President Joe Biden came down squarely on the side of the “Mr. Fixits” of the world Friday, issuing an executive order directing the Federal Trade Commission to make rules that will limit manufacturers’ ability to restrict independent repairs of their products.
The order, which also contained several other initiatives designed to increase competition across the American economy, comes as good news to the “right-to-repair” movement—a coalition of consumer advocates, independent repair shops and do-it-yourselfers, many of whom want to be able to get parts and instruction manuals from manufacturers.
Many companies have restricted access to such guides, citing safety, or, as in the case of electronic devices and cellphones, the potential for exposing the equipment to hacks.
Amid the celebration, there was caution.
U.S. PIRG, a consumer group and a leading right-to-repair advocate, applauded the order but noted that rulemaking takes time.
“Farmers, biomedical engineers working on hospital equipment, independent repairers and our planet can’t afford to wait that long,” advocate Kevin O’Reilly wrote in a blog post, adding that the group will continue to work on state legislation to address the issue in the interim.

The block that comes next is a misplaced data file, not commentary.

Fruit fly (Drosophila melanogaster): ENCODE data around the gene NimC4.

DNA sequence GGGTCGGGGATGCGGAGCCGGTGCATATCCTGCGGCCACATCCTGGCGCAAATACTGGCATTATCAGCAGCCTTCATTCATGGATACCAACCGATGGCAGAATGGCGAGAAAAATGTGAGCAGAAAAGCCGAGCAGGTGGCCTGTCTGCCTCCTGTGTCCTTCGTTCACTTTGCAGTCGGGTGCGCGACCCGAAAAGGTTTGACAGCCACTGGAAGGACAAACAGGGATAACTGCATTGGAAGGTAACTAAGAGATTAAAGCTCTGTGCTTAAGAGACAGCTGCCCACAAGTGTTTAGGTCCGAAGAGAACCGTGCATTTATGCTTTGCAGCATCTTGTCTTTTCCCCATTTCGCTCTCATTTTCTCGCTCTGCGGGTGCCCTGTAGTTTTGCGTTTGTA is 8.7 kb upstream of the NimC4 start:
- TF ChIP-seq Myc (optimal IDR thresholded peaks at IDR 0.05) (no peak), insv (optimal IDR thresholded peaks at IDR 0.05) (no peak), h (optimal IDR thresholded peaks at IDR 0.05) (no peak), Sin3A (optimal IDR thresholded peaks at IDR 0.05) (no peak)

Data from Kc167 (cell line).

Spurred by the pandemic, which underscored the need for independent and individual repairs of laptops, tablets and phones as the nation turned to virtual work and school, about 40 right-to-repair bills were filed in 27 states earlier this year, according to U.S. PIRG. None has made it into law.
Most of the bills called for loosening restrictions on manufacturers’ information and parts and allowing small repair shops and handy device owners to do their own fixing.
That was particularly important to farmers, whose operations often are far from the nearest authorized dealer repair shop. The bills initially got favorable reactions, but faced fierce pushback from the companies, such as John Deere, that argued that allowing farmers to fix their own equipment could lead to accidents.
In the wake of the Biden order, a Deere spokesperson said in an email to Stateline that the company “supports a customer’s right to safely maintain, diagnose, and repair their equipment.” But, the statement continued, “John Deere does not support the right to modify embedded software due to risks associated with the safe operation of the equipment, emissions compliance and engine performance.”